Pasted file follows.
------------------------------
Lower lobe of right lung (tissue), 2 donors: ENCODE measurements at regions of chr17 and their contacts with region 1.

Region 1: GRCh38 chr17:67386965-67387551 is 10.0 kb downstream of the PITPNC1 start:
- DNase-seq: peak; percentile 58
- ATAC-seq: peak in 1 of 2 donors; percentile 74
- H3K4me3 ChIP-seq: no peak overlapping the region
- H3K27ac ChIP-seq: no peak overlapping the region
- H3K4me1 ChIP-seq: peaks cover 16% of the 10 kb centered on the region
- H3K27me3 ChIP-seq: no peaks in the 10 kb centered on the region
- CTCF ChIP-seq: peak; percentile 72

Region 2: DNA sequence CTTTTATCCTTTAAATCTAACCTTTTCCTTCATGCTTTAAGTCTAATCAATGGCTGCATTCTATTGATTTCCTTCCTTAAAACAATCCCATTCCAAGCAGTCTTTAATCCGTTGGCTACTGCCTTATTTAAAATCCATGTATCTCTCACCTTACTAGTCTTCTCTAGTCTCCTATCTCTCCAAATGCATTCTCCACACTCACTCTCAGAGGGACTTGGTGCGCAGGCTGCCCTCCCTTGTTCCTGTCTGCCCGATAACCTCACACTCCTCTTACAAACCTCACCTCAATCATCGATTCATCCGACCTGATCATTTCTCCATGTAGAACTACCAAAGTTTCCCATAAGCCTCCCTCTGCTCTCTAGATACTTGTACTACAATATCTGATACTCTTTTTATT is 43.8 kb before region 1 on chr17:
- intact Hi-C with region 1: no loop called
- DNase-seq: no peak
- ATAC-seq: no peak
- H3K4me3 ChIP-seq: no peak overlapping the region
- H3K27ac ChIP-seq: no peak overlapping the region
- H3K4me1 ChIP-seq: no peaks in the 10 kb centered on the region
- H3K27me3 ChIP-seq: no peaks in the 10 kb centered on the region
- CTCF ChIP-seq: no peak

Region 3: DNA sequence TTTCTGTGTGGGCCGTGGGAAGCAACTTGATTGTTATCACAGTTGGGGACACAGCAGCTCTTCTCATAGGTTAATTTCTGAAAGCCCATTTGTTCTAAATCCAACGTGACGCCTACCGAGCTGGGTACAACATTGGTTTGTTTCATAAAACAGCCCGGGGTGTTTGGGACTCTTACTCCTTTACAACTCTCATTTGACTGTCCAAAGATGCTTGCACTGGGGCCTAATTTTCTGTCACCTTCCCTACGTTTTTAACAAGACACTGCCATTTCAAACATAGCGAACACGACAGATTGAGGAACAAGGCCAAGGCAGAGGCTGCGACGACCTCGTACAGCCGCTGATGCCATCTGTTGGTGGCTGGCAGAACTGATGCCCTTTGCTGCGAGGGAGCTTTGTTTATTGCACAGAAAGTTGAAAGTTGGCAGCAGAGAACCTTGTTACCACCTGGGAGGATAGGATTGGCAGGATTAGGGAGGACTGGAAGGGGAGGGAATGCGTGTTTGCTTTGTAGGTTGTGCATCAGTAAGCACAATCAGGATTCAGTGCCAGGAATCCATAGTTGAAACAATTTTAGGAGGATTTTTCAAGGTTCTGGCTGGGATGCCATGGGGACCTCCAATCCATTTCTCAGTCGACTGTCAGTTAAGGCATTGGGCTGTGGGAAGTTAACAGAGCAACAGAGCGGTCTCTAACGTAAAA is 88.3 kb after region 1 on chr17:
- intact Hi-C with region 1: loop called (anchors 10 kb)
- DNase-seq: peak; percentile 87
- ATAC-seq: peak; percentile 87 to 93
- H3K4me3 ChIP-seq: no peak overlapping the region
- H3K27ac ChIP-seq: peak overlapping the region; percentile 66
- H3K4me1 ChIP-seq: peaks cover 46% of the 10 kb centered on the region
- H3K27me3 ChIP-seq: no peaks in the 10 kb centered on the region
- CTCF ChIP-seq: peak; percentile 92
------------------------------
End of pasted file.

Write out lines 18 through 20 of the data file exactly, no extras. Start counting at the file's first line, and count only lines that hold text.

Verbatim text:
- CTCF ChIP-seq: no peak

Region 3: DNA sequence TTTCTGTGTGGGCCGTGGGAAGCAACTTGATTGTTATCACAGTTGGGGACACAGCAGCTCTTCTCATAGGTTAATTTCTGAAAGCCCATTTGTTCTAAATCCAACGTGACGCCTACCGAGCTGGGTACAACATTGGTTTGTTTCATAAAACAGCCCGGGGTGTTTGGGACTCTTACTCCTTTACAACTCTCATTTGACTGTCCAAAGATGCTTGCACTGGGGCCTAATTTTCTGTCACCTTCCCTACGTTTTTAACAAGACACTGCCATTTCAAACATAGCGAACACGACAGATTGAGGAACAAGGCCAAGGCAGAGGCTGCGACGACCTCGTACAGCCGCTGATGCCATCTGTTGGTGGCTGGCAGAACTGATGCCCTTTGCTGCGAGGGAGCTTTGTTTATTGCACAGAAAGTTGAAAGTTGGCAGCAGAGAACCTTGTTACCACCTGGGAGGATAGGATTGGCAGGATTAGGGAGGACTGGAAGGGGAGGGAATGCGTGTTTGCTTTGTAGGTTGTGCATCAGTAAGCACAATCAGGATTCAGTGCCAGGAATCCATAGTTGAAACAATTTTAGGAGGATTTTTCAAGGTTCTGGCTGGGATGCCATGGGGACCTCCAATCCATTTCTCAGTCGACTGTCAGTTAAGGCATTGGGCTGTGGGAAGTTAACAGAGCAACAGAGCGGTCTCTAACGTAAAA is 88.3 kb after region 1 on chr17:
- intact Hi-C with region 1: loop called (anchors 10 kb)